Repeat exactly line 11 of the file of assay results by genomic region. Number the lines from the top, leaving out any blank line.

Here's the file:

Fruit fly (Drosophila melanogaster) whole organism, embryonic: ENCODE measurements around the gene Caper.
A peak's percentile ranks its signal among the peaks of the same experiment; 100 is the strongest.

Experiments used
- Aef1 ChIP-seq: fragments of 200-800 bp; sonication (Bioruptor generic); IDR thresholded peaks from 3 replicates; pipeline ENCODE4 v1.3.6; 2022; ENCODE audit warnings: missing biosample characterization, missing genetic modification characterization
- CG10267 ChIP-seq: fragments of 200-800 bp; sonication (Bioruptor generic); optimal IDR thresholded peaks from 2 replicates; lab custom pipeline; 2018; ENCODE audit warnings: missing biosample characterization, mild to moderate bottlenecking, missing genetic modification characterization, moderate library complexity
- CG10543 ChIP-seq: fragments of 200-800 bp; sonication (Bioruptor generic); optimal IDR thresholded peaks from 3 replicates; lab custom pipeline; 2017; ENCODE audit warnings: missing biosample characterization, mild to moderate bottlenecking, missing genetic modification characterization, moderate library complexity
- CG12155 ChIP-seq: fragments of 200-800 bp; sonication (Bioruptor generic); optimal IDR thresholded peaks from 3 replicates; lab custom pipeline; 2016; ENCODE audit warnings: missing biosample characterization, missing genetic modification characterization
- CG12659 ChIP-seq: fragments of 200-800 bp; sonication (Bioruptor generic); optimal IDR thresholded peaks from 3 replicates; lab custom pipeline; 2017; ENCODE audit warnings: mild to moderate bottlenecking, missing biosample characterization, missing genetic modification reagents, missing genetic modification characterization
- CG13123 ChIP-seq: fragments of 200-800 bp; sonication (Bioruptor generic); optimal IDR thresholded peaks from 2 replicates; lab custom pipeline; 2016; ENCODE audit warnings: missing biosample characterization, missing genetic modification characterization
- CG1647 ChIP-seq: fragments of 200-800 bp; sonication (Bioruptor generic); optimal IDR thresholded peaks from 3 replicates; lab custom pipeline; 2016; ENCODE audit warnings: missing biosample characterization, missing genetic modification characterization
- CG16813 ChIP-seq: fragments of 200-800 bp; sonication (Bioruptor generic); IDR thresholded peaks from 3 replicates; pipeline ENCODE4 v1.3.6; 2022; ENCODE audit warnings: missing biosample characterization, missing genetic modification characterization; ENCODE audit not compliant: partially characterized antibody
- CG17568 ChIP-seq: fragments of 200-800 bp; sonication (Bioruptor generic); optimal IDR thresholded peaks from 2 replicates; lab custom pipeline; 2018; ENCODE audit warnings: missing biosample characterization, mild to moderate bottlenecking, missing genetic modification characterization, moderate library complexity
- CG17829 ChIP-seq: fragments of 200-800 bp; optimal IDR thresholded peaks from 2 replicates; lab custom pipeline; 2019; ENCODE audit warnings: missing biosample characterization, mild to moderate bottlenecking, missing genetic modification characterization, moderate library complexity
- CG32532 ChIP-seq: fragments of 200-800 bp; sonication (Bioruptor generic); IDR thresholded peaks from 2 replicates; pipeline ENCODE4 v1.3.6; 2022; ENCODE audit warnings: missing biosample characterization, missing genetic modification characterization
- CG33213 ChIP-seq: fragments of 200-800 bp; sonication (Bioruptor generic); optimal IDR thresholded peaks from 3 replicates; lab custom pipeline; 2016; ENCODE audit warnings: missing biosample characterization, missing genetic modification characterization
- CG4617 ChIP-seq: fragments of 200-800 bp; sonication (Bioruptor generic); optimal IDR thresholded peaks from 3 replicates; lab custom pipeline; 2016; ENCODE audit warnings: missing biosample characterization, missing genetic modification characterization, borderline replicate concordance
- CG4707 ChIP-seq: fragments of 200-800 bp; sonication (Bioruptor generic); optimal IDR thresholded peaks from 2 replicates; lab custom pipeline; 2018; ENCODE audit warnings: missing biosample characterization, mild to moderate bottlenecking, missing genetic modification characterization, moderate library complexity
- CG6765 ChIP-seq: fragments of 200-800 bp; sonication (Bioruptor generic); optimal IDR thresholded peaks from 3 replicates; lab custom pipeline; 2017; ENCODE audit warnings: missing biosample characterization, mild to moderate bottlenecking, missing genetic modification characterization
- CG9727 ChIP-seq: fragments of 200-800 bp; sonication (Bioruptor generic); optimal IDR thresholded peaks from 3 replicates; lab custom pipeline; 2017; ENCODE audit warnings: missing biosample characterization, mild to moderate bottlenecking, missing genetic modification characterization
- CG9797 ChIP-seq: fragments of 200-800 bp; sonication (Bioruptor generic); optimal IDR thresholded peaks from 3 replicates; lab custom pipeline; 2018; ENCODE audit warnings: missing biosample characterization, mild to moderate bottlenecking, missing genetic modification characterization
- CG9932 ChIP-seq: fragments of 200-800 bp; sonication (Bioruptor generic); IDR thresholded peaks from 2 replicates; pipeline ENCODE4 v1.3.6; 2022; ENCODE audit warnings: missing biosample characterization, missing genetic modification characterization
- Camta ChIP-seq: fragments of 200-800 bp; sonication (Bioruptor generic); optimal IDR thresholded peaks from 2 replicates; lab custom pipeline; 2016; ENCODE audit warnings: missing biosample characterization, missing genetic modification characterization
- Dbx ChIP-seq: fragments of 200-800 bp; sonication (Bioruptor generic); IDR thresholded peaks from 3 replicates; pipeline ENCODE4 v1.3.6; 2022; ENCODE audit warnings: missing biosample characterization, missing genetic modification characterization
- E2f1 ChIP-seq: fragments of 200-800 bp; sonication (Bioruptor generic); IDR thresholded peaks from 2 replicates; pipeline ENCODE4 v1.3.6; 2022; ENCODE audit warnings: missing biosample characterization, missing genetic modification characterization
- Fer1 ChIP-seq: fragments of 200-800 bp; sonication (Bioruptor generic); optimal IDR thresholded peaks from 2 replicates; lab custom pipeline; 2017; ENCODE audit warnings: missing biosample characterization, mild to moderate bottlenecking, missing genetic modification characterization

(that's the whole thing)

- CG16813 ChIP-seq: fragments of 200-800 bp; sonication (Bioruptor generic); IDR thresholded peaks from 3 replicates; pipeline ENCODE4 v1.3.6; 2022; ENCODE audit warnings: missing biosample characterization, missing genetic modification characterization; ENCODE audit not compliant: partially characterized antibody